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Maps on surfaces with boundary. (English) Zbl 0555.05033
A map is defined topologically as a 2-cell imbedding of a graph on a (2- dimensional) surface. It has long been known that a map on a closed orientable surface is essentially determined by properties which are strictly combinatorial [J. Edmonds, A combinatorial representation for polyhedral surfaces, Notices Am. Math. Soc. 7, 646 (1960)] and formally proved in [G. A. Jones and the author, Proc. Lond. Math. Soc., III. Ser. 37, 273-307 (1978; Zbl 0391.05024)]. A combinatorial representation of a map on a closed surface which is not necessarily orientable appears in [W. T. Tutte, What is a map?, New Direct. Theory Graphs, Proc. third Ann. Arbor Conf., Univ. Michigan 1971, 309-325 (1973; Zbl 0258.05105)]. This model is extended to surfaces which are not necessarily closed in [R. P. Bryant and the author, Foundations of the theory of maps on surfaces with boundary, Q. J. Math. (to appear)], where the number of boundary components, the orientability and the genus of the imbedding surface of a map are determined from the combinatorial model of the map.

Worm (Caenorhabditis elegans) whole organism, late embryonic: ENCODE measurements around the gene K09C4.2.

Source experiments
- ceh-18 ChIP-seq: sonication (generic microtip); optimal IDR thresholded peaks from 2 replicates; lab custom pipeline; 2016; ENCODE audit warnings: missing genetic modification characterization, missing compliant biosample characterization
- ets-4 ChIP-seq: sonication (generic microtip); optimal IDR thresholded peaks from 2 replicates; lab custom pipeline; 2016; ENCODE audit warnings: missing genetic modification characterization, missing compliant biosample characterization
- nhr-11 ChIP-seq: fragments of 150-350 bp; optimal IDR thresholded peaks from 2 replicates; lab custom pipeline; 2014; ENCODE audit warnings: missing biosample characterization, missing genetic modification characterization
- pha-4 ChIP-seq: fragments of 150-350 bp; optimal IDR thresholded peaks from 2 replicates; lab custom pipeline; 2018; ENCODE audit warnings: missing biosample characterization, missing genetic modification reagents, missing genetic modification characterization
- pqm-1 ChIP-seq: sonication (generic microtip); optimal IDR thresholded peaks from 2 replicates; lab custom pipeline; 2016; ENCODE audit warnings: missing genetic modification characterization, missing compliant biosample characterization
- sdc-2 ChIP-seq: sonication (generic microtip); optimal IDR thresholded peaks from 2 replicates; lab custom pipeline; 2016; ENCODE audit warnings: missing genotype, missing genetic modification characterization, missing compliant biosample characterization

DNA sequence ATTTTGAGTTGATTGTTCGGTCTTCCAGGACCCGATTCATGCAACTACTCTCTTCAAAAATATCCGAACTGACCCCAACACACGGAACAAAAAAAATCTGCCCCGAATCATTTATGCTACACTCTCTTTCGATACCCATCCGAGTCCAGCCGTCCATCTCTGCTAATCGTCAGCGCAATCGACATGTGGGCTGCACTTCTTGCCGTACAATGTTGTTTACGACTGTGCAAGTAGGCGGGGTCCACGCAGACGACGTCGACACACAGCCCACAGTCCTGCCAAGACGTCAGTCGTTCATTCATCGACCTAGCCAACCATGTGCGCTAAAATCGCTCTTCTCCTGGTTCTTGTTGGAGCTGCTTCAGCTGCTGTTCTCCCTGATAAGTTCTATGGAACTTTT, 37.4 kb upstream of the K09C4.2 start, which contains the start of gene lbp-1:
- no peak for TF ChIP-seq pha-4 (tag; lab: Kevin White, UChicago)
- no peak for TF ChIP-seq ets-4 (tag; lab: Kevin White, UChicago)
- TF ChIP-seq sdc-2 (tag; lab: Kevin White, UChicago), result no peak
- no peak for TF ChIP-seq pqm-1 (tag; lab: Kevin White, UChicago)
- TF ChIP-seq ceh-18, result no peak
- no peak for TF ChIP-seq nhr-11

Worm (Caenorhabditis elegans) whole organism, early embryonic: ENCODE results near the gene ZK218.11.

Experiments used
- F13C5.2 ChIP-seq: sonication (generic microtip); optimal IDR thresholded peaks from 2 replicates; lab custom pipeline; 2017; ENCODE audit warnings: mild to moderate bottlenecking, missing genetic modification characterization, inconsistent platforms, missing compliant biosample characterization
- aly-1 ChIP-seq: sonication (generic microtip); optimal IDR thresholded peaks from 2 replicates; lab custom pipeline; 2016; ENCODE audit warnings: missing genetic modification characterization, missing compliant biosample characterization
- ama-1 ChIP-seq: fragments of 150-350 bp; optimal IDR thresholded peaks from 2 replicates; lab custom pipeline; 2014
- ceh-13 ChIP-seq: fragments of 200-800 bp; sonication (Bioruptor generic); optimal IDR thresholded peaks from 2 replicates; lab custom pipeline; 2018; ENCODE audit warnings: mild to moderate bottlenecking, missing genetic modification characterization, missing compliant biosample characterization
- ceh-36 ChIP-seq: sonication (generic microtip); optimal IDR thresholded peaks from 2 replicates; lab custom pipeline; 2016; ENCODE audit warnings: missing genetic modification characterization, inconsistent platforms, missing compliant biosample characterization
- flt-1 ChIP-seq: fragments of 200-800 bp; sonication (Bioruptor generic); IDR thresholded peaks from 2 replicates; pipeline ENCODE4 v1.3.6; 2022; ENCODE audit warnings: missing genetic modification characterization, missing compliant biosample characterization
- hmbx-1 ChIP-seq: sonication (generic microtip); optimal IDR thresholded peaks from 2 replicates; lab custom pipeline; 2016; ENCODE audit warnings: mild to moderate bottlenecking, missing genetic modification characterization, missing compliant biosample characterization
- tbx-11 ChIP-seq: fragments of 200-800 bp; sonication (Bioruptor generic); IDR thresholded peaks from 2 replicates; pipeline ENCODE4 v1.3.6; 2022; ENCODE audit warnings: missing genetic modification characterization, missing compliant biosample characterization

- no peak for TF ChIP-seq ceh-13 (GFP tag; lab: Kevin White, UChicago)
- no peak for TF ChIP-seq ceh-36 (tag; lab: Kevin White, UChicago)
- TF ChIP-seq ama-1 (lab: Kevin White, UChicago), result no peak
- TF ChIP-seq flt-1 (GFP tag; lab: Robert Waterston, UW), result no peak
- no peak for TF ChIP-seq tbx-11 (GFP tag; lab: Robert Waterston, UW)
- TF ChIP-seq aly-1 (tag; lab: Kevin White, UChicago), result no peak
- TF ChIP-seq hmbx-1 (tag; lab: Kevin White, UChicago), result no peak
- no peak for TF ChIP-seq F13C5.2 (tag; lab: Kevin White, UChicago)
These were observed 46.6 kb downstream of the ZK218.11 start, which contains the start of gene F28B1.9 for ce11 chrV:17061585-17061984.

The article under review notes that the determination of the number of boundary components in [Bryant and the author, loc. cit.] ’used a result which is both complicated and at the present time rather inaccessible’ and offers a direct proof of the necessary theorem. The other results in [Bryant and the author, loc. cit.] are summarized, so that the present article gives a simple and self-contained description of a combinatorial model of a map on a general surface.
Reviewer: T.R.S.Walsh

MSC:
05C10 Planar graphs; geometric and topological aspects of graph theory
57M15 Relations of low-dimensional topology with graph theory
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